Seeing a band perform live that you don’t really have a prior musical relationship with is the best possible way to get a crash course on what they’re all about. In that instance, you’re experiencing everything for the first time, with virgin eyes and ears, without hauling around ingrained preferences or sentimentalities for what they should sound like or how they should be.
My experience with The Darkness, a British glam-rock band that formed in 1999, began and ended much like a lot of other people’s did, I’d imagine, with their 2003 hit single “I Believe In A Thing Called Love.” And I sincerely apologize in advance for anyone who reads this and inevitably has that song stuck in their head forat least a full day. Unless you’d be into that in which case, good. I’m glad that happened to you.
Here’s a quick tutorial on The Darkness so you go into this knowing more than I did. If you’d prefer to experience the review of their actual show, then just skip this paragraph (this is maybe the world’s first Choose Your Own Adventure show review?). The Darkness released their first album, Permission To Land, in 2003. It had a couple of major hits: “I Believe In A Thing Called Love” and “Get Your Hands Off My Woman.” Almost immediately following the release of that album, which went quadruple platinum and won them a bunch of awards in the UK, the band went through a series of member swap-outs and, for lead singer Justin Hawkins, a bit of time spent in rehab for booze and coke addiction. Their current tour, which they’re calling the “BACK TO THE USSA” TOUR, is in support of their fourth, most recent album, last year’s Last Of Our Kind.
I’ve never personally been to a House of Blues, that I can readily recall, and found it to be a very comfortable, adult atmosphere with crisp air conditioning, clean bathrooms, and the pervasive smell of chicken tenders. I am now expert enough to say that seeing a show at House of Blues is like seeing a show at a restaurant your dad would take you to. Swapping out my usual show scenario of a dank room that smells like pee and taco farts for a comfy oasis of chill 40 to 50 year-olds taking their relaxed fit jeans out for a night on the town felt like vacationing in my own city.
Local support for this show was Donovan Wolfington, and they played a short set of gritty rock songs that got everyone revved up. While they were playing a bunch of people were trying REALLY hard to convince security to let them into the chained off VIP areas upstairs, and that was funny to watch. One guy kept trying because I think he wanted to impress his girlfriend, but he never made it in. RavenEye, a band from the UK that’s touring with The Darkness, followed Donovan Wolfington.
Once they started playing you could immediately tell that they love the holy hell out of being in a band. They were non-stop energy, sticking out their tongues and fluffing their feathers for the crowd. At one point the lead singer got on the bass player’s shoulders and they walked from one side of the stage to the other, playing like a curly-haired human centipede. One lady in the balcony area where we were standing got caught up in the moment and randomly, sort of daintily, fell completely over onto the floor for no apparent reason and spilled her cocktail. RavenEye closed with a snippet of “Purple Rain,” in honor of Prince, whose death had been announced that day.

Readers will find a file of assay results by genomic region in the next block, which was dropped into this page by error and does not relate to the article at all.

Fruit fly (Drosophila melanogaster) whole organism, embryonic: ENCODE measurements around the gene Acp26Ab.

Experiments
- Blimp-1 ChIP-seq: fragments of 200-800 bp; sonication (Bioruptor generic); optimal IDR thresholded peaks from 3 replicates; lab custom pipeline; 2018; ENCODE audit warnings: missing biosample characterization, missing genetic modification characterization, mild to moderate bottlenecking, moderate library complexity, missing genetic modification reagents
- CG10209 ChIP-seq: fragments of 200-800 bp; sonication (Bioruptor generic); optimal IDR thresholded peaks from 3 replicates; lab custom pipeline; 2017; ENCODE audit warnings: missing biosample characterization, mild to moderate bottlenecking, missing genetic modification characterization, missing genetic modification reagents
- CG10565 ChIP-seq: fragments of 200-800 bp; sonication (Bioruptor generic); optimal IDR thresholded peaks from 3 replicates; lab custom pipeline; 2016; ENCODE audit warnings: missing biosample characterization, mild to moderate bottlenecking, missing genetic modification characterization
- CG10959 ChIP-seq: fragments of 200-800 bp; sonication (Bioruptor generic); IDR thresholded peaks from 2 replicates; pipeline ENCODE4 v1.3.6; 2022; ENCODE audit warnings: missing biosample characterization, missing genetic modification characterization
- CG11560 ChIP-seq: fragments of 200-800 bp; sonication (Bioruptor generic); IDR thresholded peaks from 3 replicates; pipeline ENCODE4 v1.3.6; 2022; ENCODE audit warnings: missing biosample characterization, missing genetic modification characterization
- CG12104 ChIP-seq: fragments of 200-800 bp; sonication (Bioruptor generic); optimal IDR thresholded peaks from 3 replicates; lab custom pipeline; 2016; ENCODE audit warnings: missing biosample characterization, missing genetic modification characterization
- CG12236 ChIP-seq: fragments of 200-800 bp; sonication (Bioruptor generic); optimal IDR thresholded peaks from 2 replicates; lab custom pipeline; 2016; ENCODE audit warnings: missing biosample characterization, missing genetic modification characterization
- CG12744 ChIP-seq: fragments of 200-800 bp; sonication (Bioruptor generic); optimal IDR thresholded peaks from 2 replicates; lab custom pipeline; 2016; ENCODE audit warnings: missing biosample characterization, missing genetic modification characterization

It didn’t take long for the venue’s stagehands to clear off the opening band’s gear and start prepping for The Darkness. While watching them, I thought about the huge tour trucks I’d seen parked in front of the venue before we walked in and wondered what the hell they had in there. Lights, apparently, because the stage was stacked with them. It didn’t take much investigation to figure out that The Darkness put a lot of thought into showmanship. It can seem sometimes that the days of huge event concerts with lights and costumes and all that are long gone, having sort of fizzled out in the ‘80s and ‘90s, but The Darkness are still bringing it. Similar to Tenacious D, the band mixes humor, over the top male bravado, and theatrics to add a signature special something to their set. Initially it seemed to me that lead singer Justin Hawkins’ vocals were getting lost in the mix, but I think it just took him a song or two to hit his stride. After a few minutes he was cutting loose, strutting around in a shiny, striped leotard with no shirt on underneath, and throwing out guitar picks to the crowd who were just eating it all up. At one point, bass player Frankie Poullain made a big production out of hitting a cowbell with a drum stick and then threw the stick into the audience. I saw a woman catch it and then beamingly turn around to kiss her boyfriend, stick clutched firmly in her grasp.
We left before the end of their set to beat the rush to the door and missed out on them playing their big hit: “I Believe In A Thing Called Love,” which our photographer Adrienne said they brought the house down with. Sometimes bands known almost solely for one song will avoid playing it because they’re so sick of it, but not these guys. They’re pretty much 100% all about giving the crowd what they want, and giving it by the fistfuls.